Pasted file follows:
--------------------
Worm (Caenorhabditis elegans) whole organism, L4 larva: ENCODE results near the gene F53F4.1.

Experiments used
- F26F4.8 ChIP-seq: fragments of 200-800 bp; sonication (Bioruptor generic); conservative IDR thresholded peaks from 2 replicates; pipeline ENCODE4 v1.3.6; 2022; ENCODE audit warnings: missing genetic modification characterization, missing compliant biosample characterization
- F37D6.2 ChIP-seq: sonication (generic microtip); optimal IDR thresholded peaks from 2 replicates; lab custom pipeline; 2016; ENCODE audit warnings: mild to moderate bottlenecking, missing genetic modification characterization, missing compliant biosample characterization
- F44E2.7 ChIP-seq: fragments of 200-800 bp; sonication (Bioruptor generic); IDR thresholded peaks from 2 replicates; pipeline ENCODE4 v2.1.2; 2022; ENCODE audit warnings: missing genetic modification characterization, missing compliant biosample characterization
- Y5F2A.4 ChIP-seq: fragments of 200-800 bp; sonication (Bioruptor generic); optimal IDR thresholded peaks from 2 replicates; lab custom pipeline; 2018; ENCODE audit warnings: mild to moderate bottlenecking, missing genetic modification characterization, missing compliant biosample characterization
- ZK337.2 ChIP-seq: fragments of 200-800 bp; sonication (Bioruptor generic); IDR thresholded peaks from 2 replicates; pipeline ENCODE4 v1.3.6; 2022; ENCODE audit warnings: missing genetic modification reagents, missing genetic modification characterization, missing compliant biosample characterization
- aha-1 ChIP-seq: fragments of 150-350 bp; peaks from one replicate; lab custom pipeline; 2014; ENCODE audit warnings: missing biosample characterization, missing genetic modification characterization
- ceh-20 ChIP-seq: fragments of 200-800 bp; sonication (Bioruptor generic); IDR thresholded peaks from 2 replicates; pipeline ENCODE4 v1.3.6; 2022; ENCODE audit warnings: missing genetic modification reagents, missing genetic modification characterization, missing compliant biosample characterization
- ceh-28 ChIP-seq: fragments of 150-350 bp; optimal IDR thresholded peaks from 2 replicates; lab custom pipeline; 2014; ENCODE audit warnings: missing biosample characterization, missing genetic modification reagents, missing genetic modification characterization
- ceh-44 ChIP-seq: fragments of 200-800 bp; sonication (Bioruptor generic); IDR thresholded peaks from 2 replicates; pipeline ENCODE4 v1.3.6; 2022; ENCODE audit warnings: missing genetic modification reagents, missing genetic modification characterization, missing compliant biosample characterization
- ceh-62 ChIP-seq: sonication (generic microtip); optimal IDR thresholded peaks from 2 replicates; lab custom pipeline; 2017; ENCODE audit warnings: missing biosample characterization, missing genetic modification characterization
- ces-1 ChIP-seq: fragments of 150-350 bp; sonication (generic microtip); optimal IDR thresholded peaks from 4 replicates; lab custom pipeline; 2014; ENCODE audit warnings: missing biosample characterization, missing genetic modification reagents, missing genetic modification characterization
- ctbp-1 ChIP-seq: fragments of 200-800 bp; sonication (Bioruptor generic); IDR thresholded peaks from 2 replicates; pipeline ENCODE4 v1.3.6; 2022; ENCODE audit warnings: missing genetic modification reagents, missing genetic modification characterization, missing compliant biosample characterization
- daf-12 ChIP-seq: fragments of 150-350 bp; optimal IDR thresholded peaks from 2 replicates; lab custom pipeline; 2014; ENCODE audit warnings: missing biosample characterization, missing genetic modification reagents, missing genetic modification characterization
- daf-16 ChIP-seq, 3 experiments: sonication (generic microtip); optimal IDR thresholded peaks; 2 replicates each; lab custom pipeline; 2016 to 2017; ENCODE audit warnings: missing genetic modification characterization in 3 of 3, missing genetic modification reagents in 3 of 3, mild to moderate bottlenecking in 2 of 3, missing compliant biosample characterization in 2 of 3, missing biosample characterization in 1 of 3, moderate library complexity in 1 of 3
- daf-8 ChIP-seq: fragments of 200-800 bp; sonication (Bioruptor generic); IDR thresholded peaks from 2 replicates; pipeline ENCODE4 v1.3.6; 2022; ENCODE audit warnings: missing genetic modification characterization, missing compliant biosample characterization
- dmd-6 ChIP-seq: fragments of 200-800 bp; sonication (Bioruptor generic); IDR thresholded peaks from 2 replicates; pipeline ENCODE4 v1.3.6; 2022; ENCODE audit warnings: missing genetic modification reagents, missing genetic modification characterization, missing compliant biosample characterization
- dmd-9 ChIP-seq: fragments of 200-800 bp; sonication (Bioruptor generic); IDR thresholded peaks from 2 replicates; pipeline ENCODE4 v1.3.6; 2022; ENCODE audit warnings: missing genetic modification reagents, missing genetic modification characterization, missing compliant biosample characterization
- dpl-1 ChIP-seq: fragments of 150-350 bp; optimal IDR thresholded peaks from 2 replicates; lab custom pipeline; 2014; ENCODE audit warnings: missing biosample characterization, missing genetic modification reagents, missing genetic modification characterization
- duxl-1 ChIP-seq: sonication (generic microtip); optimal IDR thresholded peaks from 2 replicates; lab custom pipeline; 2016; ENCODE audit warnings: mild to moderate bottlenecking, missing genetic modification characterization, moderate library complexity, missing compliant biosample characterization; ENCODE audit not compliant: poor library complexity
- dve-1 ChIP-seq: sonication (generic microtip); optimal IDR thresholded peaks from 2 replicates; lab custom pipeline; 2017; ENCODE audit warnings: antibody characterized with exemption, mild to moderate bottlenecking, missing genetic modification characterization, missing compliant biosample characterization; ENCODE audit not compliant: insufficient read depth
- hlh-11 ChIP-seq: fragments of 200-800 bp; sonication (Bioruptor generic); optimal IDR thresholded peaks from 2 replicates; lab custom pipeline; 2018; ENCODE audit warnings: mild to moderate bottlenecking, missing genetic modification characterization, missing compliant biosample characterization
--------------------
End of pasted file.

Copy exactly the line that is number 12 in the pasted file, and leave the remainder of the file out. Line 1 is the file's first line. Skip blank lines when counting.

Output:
- ceh-62 ChIP-seq: sonication (generic microtip); optimal IDR thresholded peaks from 2 replicates; lab custom pipeline; 2017; ENCODE audit warnings: missing biosample characterization, missing genetic modification characterization